metic


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Related to metic: metis, Metric conversion

metic

(ˈmɛtɪk)
n
(Historical Terms) (in ancient Greece) an alien having some rights of citizenship in the city in which he lives
[C19: from Greek metoikos, from meta- (indicating change) + -oikos dwelling]
Collins English Dictionary – Complete and Unabridged, 12th Edition 2014 © HarperCollins Publishers 1991, 1994, 1998, 2000, 2003, 2006, 2007, 2009, 2011, 2014

metic

Ancient Greece. a foreigner or a resident alien.
See also: Greece and Greeks
-Ologies & -Isms. Copyright 2008 The Gale Group, Inc. All rights reserved.
ThesaurusAntonymsRelated WordsSynonymsLegend:
Noun1.metic - an alien who paid a fee to reside in an ancient Greek citymetic - an alien who paid a fee to reside in an ancient Greek city
alien, foreigner, noncitizen, outlander - a person who comes from a foreign country; someone who does not owe allegiance to your country
Based on WordNet 3.0, Farlex clipart collection. © 2003-2012 Princeton University, Farlex Inc.
Translations
References in classic literature ?
I mean that the father grows accustomed to descend to the level of his sons and to fear them, and the son is on a level with his father, he having no respect or reverence for either of his parents; and this is his freedom, and metic is equal with the citizen and the citizen with the metic, and the stranger is quite as good as either.
Slaves, metics, (3) and aliens are excluded from citizenship and public life ("koinonia"), as well as women and children, who belong to the private sphere ("oikia").
We're the underdogs, 100 percent (against Gilas Pilipinas), Metic told Filipino scribes late Tuesday after qualifying to the knockout stages.
The tournament takes its final rest day on Wednesday and Baldwin welcomes this to be able to fully prepare for the Lebanese, whom he described as "capable like everyone else in winning this championship." "He (Lebanese coach Vesilin Metic) wants you (media) to believe that they are the underdogs and all those things," Baldwin said.
Because of its best quality, the Loralai's almonds are used in cos- metic manufactur- ing.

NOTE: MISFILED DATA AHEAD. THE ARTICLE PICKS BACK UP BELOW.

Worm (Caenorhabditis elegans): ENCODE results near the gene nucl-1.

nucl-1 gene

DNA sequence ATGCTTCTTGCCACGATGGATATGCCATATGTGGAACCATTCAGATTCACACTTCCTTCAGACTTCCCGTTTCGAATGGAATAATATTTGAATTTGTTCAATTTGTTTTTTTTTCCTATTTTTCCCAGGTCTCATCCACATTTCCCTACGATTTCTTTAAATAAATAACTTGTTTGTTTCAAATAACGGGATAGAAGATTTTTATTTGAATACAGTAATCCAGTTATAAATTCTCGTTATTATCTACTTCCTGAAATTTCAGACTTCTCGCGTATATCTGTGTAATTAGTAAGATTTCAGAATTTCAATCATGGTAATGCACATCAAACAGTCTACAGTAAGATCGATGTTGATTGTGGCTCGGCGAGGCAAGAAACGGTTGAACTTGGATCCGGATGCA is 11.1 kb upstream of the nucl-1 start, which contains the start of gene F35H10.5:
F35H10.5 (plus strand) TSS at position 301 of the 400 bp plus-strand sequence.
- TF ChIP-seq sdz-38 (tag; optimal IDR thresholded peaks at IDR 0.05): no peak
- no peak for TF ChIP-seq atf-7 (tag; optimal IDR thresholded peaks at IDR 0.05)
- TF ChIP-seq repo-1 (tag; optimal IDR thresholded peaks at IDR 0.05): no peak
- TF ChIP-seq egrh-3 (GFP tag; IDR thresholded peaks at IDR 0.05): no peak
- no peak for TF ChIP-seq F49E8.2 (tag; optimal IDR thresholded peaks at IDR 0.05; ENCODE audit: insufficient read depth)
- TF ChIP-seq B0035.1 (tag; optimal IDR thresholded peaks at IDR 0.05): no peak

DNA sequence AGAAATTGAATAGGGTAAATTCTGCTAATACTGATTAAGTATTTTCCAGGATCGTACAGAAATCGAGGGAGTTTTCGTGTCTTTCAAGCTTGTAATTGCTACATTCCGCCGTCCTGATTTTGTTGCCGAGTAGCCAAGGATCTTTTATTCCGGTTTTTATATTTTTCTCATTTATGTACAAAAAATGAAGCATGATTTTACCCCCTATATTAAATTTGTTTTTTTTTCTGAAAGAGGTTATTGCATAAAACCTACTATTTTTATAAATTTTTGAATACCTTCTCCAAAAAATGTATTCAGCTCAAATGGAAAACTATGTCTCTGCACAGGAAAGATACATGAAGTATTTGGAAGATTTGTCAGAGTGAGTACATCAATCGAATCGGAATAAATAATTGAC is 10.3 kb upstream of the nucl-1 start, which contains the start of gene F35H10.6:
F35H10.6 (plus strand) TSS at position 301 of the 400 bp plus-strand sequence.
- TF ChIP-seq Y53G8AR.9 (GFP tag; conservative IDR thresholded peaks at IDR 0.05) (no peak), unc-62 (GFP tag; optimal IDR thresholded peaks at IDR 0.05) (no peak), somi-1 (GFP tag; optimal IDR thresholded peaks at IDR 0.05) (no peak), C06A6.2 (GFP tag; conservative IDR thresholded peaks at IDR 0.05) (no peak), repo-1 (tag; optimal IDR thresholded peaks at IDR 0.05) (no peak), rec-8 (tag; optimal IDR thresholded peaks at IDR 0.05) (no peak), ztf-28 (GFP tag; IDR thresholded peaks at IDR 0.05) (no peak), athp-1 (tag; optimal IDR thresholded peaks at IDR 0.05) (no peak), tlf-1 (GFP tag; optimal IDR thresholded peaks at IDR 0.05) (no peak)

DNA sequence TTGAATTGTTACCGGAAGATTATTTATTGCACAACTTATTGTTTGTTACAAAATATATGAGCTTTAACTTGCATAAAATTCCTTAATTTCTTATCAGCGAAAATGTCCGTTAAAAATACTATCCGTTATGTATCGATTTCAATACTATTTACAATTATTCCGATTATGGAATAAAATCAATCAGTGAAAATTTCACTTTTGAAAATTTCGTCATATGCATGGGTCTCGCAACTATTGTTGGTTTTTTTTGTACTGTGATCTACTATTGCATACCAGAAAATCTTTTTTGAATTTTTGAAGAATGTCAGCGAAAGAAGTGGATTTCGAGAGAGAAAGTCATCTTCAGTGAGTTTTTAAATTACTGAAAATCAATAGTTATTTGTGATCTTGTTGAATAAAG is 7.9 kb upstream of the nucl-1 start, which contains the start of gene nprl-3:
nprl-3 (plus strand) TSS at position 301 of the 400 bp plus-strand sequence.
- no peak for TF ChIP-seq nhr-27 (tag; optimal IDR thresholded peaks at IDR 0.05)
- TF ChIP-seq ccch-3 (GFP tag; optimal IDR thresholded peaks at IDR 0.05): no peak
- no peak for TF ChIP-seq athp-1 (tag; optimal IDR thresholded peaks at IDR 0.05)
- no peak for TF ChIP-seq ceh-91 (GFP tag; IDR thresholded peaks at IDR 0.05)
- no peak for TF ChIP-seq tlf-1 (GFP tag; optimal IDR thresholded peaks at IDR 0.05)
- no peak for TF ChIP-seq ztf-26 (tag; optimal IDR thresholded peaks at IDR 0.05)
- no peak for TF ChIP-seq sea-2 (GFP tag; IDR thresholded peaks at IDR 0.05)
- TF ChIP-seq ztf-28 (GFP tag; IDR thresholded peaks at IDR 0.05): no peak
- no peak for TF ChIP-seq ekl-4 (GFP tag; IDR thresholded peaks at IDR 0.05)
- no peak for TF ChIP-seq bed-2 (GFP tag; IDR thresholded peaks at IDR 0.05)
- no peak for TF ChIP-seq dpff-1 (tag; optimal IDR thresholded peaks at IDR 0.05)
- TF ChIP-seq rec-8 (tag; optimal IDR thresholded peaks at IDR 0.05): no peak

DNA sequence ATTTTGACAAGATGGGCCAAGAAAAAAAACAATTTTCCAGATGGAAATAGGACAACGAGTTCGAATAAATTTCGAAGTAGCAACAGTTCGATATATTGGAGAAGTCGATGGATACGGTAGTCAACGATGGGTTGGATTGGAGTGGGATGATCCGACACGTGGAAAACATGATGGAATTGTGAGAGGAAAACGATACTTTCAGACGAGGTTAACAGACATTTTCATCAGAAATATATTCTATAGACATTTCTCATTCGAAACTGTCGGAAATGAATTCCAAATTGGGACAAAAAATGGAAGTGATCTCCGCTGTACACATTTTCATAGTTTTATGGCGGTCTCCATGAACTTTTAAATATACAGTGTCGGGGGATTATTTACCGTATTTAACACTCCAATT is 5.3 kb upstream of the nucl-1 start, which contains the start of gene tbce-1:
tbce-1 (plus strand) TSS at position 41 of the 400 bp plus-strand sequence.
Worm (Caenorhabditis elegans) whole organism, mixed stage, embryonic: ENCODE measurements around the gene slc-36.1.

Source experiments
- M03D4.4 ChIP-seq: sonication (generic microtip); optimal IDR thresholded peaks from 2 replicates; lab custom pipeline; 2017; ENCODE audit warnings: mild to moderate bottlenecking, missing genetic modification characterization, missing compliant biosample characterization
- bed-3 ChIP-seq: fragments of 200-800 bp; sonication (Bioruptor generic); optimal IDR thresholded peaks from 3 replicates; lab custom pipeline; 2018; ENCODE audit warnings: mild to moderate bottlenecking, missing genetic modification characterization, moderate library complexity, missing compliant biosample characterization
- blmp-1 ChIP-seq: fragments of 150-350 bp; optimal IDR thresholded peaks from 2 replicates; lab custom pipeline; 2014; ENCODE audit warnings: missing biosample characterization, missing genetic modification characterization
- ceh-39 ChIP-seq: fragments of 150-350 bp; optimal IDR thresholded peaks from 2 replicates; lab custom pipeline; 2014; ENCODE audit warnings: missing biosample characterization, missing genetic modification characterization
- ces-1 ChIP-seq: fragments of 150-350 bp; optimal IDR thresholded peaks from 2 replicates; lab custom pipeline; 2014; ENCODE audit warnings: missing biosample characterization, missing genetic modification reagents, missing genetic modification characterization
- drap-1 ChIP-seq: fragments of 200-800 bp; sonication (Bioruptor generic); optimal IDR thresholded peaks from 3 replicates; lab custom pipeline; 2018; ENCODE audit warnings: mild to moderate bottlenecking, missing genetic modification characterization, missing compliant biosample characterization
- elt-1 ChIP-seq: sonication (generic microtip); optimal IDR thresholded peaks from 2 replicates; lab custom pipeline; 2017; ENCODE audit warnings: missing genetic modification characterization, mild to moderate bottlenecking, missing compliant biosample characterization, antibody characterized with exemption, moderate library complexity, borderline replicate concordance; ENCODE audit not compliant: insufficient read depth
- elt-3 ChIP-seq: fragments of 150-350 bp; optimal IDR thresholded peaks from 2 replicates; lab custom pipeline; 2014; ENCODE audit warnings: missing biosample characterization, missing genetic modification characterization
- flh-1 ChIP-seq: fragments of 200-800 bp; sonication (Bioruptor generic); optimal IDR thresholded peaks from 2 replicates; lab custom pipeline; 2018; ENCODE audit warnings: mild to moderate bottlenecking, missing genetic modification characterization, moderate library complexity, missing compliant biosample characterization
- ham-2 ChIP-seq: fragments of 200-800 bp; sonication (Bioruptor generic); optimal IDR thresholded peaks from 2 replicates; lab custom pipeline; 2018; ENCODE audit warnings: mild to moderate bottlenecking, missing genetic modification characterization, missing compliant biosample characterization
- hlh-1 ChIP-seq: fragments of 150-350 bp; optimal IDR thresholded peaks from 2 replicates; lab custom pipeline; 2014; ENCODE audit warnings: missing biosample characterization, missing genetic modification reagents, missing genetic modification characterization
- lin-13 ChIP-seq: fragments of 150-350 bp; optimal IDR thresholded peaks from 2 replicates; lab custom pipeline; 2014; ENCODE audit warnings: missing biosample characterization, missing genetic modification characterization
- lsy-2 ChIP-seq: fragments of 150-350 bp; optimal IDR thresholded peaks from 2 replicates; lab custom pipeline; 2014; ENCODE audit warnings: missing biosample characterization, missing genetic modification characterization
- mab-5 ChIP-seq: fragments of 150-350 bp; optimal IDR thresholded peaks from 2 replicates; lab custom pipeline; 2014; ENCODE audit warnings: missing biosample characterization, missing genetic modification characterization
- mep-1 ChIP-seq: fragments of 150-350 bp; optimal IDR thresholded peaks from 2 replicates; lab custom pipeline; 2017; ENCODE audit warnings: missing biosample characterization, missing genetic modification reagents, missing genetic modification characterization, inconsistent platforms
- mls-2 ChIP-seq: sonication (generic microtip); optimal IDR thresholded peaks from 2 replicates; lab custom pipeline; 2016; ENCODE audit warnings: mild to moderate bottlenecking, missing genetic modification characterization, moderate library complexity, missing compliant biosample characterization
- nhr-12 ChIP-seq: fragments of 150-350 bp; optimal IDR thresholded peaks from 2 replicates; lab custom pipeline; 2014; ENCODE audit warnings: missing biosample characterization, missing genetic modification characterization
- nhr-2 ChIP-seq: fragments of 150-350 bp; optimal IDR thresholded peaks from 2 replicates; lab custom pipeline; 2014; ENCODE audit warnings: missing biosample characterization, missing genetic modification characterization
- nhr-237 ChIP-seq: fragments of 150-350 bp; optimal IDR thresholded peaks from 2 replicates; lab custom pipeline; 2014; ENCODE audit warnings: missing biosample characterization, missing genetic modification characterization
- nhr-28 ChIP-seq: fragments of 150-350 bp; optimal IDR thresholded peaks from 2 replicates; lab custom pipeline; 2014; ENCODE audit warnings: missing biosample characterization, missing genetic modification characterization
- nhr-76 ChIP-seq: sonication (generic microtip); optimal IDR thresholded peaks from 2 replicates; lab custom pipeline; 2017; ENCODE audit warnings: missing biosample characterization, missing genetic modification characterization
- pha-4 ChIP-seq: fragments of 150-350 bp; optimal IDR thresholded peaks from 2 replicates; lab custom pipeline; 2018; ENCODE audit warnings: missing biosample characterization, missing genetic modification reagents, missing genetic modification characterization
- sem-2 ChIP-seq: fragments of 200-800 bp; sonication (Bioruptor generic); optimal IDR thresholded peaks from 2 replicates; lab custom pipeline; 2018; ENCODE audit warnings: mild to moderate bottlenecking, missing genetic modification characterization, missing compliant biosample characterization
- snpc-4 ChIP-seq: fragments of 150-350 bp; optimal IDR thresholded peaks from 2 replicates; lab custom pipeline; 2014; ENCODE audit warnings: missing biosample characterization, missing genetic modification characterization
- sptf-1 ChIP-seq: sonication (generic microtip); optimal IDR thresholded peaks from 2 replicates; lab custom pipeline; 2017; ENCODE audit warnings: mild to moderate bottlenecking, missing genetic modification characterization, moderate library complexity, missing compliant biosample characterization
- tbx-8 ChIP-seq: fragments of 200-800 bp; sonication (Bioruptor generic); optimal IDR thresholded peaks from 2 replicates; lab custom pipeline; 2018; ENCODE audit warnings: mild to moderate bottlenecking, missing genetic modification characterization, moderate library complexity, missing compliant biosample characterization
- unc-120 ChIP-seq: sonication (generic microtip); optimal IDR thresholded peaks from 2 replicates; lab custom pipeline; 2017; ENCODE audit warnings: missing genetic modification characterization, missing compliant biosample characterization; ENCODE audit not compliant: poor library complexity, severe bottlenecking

Complaining that eisangelia used to be only for very serious offenses but is now used for absurd charges, Hyperides (4.3) uses the following example: "Diognides and Antidorus the metic are subject to an eisangelia prosecution on a charge of hiring out female pipers at a higher price than that fixed by law."
All root canals should be accessed cleaned and shaped to receive a her- metic filling of the entire root canal space.
Five results tables show the maximum, geometric mean, arith metic mean, 95% UCL, and 95% UCL of log transformed data.
As a metic (resident alien) who lacked the rights of citizenship, Zeno, like Diogenes, was an outsider.
That can be effi- ciently used for producing (generally non- reusable) products for many end use applications and markets, such as dispos- able sanitary products, hygienic and cos- metic products industrial and household wipes, surgical and gowns and masks, medical end use products, bedsheets, air and filters, roofing materials, automotive interior components, military camouflage, tents, combat gear and other work outfits, geo and landscaping, reinforced composites and laminates, and even semi-durable durable (reusable) apparel/garments.
In "The Promise and Peril of Metic Intimacy," Detloff argues that modern metics, like their ancient counterparts, occupy a tenuous and liminal position that vacillates between belonging and unbelonging, and through a reading of several novels and a film by Kureishi highlights the manner in which this modern-day author offers a vision of"the potential of a non-heteronormative future for the multiethnic metropolis" that is present-day London.